In the UK this culminated in the 1993 privatization of British Rail under Thatcher's successor, John Major; British Rail having been formed by prior nationalization of private rail companies.
Privatization in Latin America flourished in the 1980s and 90's as a result of Western liberal economic policy. Public resources, including water management, transport systems and national telecommunication companies, were sold off to the private sector more rapidly than in almost any part of the world. In the 1990s, privatization revenue from 18 Latin American countries totalled 6% of gross domestic product or GDP. Private investment in infrastructure, between 1990 and 2001, reached $360.5 billion, $150 billion more than the next emerging economy. While the evaluation of privatization in Latin America by economists is generally favourable, opinion polls and public protests across the country suggest the vast majority of citizens are dissatisfied with or have negative views of privatization in the region.
Significant privatization of state owned enterprises in Eastern and Central Europe and the former Soviet Union was undertaken in the 1990s with assistance from the World Bank, the U.S. Agency for International Development, the German Treuhand, and other governmental and nongovernmental organizations.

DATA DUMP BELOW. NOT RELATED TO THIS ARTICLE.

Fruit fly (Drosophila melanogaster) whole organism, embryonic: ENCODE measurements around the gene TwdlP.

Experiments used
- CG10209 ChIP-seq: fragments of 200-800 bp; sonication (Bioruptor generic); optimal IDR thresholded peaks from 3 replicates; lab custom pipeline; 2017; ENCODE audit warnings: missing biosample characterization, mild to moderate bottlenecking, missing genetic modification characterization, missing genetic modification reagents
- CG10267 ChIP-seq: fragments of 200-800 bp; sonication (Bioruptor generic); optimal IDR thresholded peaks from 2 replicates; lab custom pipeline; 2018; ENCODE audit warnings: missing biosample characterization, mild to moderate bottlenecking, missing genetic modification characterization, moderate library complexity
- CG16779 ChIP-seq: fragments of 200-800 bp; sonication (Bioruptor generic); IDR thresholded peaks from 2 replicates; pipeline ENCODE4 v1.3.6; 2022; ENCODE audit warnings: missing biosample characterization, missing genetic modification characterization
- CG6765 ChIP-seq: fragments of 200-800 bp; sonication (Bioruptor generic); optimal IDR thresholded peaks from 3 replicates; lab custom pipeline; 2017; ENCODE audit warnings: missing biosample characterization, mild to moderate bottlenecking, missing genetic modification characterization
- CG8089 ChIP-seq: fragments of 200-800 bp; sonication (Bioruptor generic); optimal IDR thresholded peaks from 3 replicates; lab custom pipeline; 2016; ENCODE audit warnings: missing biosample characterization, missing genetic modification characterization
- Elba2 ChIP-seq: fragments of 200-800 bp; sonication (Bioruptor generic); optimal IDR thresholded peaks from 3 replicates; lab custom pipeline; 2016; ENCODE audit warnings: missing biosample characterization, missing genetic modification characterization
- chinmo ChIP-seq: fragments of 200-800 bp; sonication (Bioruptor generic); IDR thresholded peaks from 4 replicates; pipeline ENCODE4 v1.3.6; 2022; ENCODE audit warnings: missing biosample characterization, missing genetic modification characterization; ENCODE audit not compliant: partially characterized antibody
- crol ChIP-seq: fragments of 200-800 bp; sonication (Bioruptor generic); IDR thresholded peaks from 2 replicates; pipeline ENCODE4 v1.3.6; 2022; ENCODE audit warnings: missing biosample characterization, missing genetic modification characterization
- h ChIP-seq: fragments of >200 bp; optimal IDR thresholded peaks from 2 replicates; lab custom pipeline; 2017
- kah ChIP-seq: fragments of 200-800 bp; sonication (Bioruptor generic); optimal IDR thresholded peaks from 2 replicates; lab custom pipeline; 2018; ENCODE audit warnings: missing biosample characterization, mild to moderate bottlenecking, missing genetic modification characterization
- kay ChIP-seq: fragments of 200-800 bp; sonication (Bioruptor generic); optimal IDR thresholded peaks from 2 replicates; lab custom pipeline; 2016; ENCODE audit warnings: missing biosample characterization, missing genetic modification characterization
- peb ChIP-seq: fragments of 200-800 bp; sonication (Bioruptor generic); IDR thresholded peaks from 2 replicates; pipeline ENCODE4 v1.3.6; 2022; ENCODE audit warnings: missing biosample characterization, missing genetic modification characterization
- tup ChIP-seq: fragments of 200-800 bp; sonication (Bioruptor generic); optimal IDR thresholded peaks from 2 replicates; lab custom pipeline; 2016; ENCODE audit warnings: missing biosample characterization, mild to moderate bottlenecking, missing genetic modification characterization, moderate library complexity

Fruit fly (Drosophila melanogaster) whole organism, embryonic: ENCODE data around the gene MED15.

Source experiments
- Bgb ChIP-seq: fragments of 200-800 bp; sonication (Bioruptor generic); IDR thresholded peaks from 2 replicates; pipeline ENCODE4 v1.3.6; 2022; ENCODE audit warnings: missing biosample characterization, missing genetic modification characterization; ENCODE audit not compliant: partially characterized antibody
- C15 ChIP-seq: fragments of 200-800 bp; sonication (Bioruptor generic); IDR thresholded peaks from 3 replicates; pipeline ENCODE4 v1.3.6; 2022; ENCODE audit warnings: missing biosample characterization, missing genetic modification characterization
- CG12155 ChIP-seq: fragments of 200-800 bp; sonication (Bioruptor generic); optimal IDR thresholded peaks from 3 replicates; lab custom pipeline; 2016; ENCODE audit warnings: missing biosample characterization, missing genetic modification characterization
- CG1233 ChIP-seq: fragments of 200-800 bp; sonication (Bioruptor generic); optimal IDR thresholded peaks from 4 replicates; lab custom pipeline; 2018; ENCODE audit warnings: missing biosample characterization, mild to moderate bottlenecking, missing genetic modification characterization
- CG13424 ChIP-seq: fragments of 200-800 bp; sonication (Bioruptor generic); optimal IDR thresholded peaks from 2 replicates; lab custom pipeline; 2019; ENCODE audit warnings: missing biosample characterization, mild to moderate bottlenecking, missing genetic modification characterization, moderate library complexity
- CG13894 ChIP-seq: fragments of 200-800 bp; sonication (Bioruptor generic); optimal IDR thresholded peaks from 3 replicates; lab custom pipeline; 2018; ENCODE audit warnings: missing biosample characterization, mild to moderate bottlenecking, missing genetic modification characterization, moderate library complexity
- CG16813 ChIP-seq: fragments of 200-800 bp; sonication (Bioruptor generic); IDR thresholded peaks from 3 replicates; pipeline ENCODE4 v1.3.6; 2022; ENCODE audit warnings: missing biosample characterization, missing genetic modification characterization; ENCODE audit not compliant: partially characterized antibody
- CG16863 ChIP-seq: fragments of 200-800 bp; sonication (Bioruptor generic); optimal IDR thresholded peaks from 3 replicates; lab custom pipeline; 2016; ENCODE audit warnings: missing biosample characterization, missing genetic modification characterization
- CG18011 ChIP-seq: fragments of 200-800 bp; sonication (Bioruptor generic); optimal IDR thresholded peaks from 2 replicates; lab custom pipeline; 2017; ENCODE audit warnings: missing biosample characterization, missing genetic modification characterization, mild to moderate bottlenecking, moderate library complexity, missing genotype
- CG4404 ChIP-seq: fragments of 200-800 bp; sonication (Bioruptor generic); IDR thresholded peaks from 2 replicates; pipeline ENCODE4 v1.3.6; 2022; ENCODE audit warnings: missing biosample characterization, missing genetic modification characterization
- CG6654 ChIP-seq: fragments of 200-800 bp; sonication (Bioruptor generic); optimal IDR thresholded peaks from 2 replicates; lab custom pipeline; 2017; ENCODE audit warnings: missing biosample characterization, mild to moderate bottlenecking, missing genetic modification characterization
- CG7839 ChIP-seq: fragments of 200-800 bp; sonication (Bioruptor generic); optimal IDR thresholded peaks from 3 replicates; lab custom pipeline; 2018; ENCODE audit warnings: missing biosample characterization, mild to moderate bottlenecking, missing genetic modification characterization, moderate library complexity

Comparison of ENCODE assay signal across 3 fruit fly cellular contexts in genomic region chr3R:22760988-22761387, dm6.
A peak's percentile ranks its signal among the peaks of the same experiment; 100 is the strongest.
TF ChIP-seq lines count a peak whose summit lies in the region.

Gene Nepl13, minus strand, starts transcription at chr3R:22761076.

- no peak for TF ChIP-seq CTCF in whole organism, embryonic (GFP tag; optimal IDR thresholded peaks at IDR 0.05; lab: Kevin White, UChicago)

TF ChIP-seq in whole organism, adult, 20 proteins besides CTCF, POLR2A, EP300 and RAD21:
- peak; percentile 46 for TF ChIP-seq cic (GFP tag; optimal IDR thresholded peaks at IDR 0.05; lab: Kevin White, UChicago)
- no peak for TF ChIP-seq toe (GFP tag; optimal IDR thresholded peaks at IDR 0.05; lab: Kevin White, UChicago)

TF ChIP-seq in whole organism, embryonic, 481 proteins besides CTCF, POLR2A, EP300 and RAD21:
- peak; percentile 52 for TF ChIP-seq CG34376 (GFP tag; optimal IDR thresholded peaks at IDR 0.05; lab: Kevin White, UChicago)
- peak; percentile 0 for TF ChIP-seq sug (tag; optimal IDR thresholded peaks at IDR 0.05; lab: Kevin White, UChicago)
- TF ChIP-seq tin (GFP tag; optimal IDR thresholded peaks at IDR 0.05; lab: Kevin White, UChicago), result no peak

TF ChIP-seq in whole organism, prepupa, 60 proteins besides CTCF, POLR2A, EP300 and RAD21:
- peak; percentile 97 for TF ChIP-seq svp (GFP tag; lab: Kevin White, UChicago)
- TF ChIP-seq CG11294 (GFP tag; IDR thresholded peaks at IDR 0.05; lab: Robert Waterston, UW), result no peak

A major ongoing privatization, that of Japan Post, involves the Japanese post service and the largest bank in the world. This privatization, spearheaded by Junichiro Koizumi, started in 2007 following generations of debate. The privatization process is expected to last until 2017. Japan Post was the nation's largest employer and one third of all Japanese government employees worked for Japan Post. Japan Post was often said to be the largest holder of personal savings in the world. Japan Post was thought to be inefficient and a source for corruption. In September 2003, Prime Minister Junichiro Koizumi's cabinet proposed splitting Japan Post into four separate companies: A bank, an insurance company, a postal service company, and a fourth company to handle the post offices as retail storefronts of the other three.
After the Upper House rejected privatization, Koizumi scheduled nationwide elections for September 11, 2005. He declared the election to be a referendum on postal privatization. Koizumi subsequently won this election, gaining the necessary supermajority and a mandate for reform, and in October 2005, the bill was passed to privatize Japan Post in 2007.
Nippon Telegraph and Telephone's privatization in 1987 involved the largest share-offering in financial history at the time. 15 of the world's 20 largest public share offerings have been privatizations of telecoms.